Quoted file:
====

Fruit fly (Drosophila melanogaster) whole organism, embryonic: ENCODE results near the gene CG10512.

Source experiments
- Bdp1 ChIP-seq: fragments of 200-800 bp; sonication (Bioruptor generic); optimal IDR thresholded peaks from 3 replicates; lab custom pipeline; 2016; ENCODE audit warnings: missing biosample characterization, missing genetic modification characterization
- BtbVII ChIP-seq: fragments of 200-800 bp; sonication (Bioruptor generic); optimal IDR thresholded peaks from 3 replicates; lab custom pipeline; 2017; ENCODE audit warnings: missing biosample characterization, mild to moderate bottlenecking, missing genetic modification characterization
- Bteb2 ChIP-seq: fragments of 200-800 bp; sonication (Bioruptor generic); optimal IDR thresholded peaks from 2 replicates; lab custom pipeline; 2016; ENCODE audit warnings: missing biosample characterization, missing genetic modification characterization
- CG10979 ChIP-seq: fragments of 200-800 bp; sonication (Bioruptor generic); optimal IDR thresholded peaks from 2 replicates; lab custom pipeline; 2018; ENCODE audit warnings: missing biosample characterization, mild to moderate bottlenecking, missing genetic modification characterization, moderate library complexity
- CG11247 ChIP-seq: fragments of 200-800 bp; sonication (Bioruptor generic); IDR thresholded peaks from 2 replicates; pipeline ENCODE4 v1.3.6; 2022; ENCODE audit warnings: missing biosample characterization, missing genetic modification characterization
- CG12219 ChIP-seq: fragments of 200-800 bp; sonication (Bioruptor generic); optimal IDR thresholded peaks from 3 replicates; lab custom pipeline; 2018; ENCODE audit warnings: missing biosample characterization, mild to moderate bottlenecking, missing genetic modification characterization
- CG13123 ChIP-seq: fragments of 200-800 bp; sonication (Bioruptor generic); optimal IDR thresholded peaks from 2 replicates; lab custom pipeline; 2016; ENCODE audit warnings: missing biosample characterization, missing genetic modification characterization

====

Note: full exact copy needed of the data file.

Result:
Fruit fly (Drosophila melanogaster) whole organism, embryonic: ENCODE results near the gene CG10512.

Source experiments
- Bdp1 ChIP-seq: fragments of 200-800 bp; sonication (Bioruptor generic); optimal IDR thresholded peaks from 3 replicates; lab custom pipeline; 2016; ENCODE audit warnings: missing biosample characterization, missing genetic modification characterization
- BtbVII ChIP-seq: fragments of 200-800 bp; sonication (Bioruptor generic); optimal IDR thresholded peaks from 3 replicates; lab custom pipeline; 2017; ENCODE audit warnings: missing biosample characterization, mild to moderate bottlenecking, missing genetic modification characterization
- Bteb2 ChIP-seq: fragments of 200-800 bp; sonication (Bioruptor generic); optimal IDR thresholded peaks from 2 replicates; lab custom pipeline; 2016; ENCODE audit warnings: missing biosample characterization, missing genetic modification characterization
- CG10979 ChIP-seq: fragments of 200-800 bp; sonication (Bioruptor generic); optimal IDR thresholded peaks from 2 replicates; lab custom pipeline; 2018; ENCODE audit warnings: missing biosample characterization, mild to moderate bottlenecking, missing genetic modification characterization, moderate library complexity
- CG11247 ChIP-seq: fragments of 200-800 bp; sonication (Bioruptor generic); IDR thresholded peaks from 2 replicates; pipeline ENCODE4 v1.3.6; 2022; ENCODE audit warnings: missing biosample characterization, missing genetic modification characterization
- CG12219 ChIP-seq: fragments of 200-800 bp; sonication (Bioruptor generic); optimal IDR thresholded peaks from 3 replicates; lab custom pipeline; 2018; ENCODE audit warnings: missing biosample characterization, mild to moderate bottlenecking, missing genetic modification characterization
- CG13123 ChIP-seq: fragments of 200-800 bp; sonication (Bioruptor generic); optimal IDR thresholded peaks from 2 replicates; lab custom pipeline; 2016; ENCODE audit warnings: missing biosample characterization, missing genetic modification characterization